With e-government initiatives assuming greater priority across the Middle East, Iraq's lack of legacy systems could enable the country to leapfrog its neighbours, while achieving savings of up to 25 per cent by cutting out paper-based trading practices, according to Tejari Iraq's managing director, Emad Makarem.
As part of Outreach's workshop programme, for which Tejari is a sponsor, Makarem spoke at the event and highlighted the efficiencies of online procurement for Iraq's new government, as well as private sector companies involved in reconstruction initiatives.
"Since the launching Tejari Iraq's operations in mid-November, we have been focusing on obtaining the necessary licensing and recruiting a staff of qualified Iraqi nationals," said Makarem.
"We believe that Iraq, the region's largest developing economy, is ideally positioned to benefit from online procurement, as much of the equipment and raw materials for the vast infrastructure projects being awarded in that market could be purchased via Tejari in a competitive, fair, and transparent manner."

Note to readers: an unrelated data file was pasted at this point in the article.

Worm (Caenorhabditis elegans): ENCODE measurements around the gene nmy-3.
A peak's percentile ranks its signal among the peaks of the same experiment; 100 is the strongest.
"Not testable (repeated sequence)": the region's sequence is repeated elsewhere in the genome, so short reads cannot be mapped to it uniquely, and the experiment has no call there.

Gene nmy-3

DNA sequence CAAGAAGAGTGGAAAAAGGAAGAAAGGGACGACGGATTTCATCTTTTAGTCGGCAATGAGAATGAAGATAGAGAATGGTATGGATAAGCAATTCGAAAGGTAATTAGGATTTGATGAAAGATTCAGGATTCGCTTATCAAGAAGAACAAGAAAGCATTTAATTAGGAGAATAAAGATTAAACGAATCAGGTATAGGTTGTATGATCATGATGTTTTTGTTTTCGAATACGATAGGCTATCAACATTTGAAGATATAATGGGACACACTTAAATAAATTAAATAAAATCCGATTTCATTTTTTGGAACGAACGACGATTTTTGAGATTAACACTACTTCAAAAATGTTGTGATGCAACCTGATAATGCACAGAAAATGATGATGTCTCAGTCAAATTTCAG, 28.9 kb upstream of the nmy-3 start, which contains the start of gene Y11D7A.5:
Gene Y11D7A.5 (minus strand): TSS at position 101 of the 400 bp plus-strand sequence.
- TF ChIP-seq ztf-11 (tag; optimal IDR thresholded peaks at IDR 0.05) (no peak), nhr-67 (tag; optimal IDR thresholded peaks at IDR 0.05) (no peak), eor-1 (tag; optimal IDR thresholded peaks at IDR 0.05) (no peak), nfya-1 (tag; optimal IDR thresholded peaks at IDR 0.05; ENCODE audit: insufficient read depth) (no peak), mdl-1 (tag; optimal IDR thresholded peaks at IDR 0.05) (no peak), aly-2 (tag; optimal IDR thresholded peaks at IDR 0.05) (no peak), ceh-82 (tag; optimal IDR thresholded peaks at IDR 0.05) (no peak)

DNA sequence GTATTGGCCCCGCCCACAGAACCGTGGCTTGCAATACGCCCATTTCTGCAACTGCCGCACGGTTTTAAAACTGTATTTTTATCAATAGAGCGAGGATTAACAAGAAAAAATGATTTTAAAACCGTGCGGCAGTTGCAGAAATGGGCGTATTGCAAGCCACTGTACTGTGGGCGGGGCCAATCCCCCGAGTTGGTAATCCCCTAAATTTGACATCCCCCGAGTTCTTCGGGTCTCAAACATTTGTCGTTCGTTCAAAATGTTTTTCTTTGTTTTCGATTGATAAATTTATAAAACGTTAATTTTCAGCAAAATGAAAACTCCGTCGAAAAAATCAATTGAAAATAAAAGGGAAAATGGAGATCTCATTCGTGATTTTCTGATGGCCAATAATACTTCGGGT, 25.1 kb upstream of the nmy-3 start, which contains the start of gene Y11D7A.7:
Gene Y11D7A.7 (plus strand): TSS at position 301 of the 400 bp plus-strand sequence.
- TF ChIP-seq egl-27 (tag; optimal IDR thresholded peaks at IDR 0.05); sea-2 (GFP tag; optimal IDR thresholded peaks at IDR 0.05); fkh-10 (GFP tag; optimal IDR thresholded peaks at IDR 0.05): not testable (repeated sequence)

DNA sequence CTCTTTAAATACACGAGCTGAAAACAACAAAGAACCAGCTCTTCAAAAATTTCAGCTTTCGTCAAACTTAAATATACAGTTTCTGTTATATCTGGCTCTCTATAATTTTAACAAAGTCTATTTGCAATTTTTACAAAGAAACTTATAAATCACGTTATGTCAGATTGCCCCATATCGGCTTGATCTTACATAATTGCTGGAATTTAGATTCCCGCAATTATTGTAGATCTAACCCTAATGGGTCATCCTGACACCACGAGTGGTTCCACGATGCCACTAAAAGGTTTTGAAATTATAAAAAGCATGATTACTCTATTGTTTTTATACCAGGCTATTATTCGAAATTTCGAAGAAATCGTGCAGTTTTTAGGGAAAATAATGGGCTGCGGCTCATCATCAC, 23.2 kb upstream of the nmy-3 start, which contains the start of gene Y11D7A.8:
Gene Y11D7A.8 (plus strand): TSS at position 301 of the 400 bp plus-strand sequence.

According to figures recently released by the World Bank, rebuilding of Iraq's telecoms and transport sectors could cost up to $3.4 billion, and both of these industries are vital to Iraq's ability to engage in online trade both internally and with regional suppliers.
"Online procurement in Iraq can be seen as a two-step process," said Nawfal Al-Jourani, Tejari's marketing director.
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